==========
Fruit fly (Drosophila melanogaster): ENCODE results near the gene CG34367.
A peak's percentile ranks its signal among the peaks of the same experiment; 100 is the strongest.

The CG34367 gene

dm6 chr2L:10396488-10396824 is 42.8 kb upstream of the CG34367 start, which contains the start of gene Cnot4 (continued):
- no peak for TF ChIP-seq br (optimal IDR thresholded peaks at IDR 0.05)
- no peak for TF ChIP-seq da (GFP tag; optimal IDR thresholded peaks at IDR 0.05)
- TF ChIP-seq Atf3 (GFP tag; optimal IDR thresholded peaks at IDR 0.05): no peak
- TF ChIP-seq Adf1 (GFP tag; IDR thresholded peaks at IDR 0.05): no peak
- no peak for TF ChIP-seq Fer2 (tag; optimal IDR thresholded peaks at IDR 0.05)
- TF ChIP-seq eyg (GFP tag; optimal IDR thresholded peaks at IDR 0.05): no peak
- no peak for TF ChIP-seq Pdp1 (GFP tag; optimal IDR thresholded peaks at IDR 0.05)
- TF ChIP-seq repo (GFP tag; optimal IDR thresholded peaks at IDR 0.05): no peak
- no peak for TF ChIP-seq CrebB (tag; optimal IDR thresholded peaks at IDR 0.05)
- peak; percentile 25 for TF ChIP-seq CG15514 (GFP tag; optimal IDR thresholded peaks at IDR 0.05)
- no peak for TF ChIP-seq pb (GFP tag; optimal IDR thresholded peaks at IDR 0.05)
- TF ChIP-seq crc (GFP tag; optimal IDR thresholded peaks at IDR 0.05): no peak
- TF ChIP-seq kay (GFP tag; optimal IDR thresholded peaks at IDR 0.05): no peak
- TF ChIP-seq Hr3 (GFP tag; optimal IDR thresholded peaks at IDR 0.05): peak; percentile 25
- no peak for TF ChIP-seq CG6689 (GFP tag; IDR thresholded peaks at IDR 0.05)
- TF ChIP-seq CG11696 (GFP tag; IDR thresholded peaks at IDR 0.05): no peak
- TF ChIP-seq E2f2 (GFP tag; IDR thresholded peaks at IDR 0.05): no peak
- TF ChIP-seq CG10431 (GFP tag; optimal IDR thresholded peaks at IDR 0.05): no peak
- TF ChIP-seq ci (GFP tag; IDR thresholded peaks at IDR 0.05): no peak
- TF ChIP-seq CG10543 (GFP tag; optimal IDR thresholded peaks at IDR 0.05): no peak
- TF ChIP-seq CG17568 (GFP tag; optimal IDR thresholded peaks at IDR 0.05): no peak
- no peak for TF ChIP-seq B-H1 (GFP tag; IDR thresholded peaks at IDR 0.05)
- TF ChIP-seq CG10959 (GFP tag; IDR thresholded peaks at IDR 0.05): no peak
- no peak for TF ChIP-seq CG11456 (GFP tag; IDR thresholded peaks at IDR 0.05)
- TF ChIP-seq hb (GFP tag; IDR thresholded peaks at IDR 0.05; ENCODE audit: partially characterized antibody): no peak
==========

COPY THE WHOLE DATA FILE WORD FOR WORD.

Fruit fly (Drosophila melanogaster): ENCODE results near the gene CG34367.
A peak's percentile ranks its signal among the peaks of the same experiment; 100 is the strongest.

The CG34367 gene

dm6 chr2L:10396488-10396824 is 42.8 kb upstream of the CG34367 start, which contains the start of gene Cnot4 (continued):
- no peak for TF ChIP-seq br (optimal IDR thresholded peaks at IDR 0.05)
- no peak for TF ChIP-seq da (GFP tag; optimal IDR thresholded peaks at IDR 0.05)
- TF ChIP-seq Atf3 (GFP tag; optimal IDR thresholded peaks at IDR 0.05): no peak
- TF ChIP-seq Adf1 (GFP tag; IDR thresholded peaks at IDR 0.05): no peak
- no peak for TF ChIP-seq Fer2 (tag; optimal IDR thresholded peaks at IDR 0.05)
- TF ChIP-seq eyg (GFP tag; optimal IDR thresholded peaks at IDR 0.05): no peak
- no peak for TF ChIP-seq Pdp1 (GFP tag; optimal IDR thresholded peaks at IDR 0.05)
- TF ChIP-seq repo (GFP tag; optimal IDR thresholded peaks at IDR 0.05): no peak
- no peak for TF ChIP-seq CrebB (tag; optimal IDR thresholded peaks at IDR 0.05)
- peak; percentile 25 for TF ChIP-seq CG15514 (GFP tag; optimal IDR thresholded peaks at IDR 0.05)
- no peak for TF ChIP-seq pb (GFP tag; optimal IDR thresholded peaks at IDR 0.05)
- TF ChIP-seq crc (GFP tag; optimal IDR thresholded peaks at IDR 0.05): no peak
- TF ChIP-seq kay (GFP tag; optimal IDR thresholded peaks at IDR 0.05): no peak
- TF ChIP-seq Hr3 (GFP tag; optimal IDR thresholded peaks at IDR 0.05): peak; percentile 25
- no peak for TF ChIP-seq CG6689 (GFP tag; IDR thresholded peaks at IDR 0.05)
- TF ChIP-seq CG11696 (GFP tag; IDR thresholded peaks at IDR 0.05): no peak
- TF ChIP-seq E2f2 (GFP tag; IDR thresholded peaks at IDR 0.05): no peak
- TF ChIP-seq CG10431 (GFP tag; optimal IDR thresholded peaks at IDR 0.05): no peak
- TF ChIP-seq ci (GFP tag; IDR thresholded peaks at IDR 0.05): no peak
- TF ChIP-seq CG10543 (GFP tag; optimal IDR thresholded peaks at IDR 0.05): no peak
- TF ChIP-seq CG17568 (GFP tag; optimal IDR thresholded peaks at IDR 0.05): no peak
- no peak for TF ChIP-seq B-H1 (GFP tag; IDR thresholded peaks at IDR 0.05)
- TF ChIP-seq CG10959 (GFP tag; IDR thresholded peaks at IDR 0.05): no peak
- no peak for TF ChIP-seq CG11456 (GFP tag; IDR thresholded peaks at IDR 0.05)
- TF ChIP-seq hb (GFP tag; IDR thresholded peaks at IDR 0.05; ENCODE audit: partially characterized antibody): no peak